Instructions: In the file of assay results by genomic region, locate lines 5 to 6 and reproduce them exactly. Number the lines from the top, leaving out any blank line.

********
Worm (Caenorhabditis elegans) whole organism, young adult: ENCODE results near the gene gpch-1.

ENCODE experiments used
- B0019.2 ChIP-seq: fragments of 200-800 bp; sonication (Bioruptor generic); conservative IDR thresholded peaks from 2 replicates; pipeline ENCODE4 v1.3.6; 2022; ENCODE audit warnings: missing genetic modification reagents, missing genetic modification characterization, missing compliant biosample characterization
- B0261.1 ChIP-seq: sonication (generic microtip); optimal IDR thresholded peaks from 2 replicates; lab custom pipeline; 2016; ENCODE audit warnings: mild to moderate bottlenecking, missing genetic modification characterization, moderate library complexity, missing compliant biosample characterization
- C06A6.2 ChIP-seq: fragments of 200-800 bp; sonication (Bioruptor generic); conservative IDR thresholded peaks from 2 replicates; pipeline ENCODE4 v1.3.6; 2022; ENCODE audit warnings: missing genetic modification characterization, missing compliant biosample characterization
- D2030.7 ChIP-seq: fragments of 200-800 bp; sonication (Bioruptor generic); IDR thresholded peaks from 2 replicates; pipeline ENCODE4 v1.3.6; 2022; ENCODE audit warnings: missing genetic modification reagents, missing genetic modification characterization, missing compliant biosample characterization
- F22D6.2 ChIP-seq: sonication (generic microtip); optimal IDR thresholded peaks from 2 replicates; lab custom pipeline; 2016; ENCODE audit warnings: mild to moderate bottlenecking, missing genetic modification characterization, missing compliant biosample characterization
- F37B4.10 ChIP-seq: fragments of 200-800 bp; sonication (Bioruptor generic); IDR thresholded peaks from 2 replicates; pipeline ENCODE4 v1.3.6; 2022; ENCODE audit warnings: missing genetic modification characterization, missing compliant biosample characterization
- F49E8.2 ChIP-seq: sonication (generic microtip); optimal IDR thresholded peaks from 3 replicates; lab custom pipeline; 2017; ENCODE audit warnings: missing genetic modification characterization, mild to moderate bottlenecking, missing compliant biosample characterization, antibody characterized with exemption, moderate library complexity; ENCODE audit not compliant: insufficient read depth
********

- C06A6.2 ChIP-seq: fragments of 200-800 bp; sonication (Bioruptor generic); conservative IDR thresholded peaks from 2 replicates; pipeline ENCODE4 v1.3.6; 2022; ENCODE audit warnings: missing genetic modification characterization, missing compliant biosample characterization
- D2030.7 ChIP-seq: fragments of 200-800 bp; sonication (Bioruptor generic); IDR thresholded peaks from 2 replicates; pipeline ENCODE4 v1.3.6; 2022; ENCODE audit warnings: missing genetic modification reagents, missing genetic modification characterization, missing compliant biosample characterization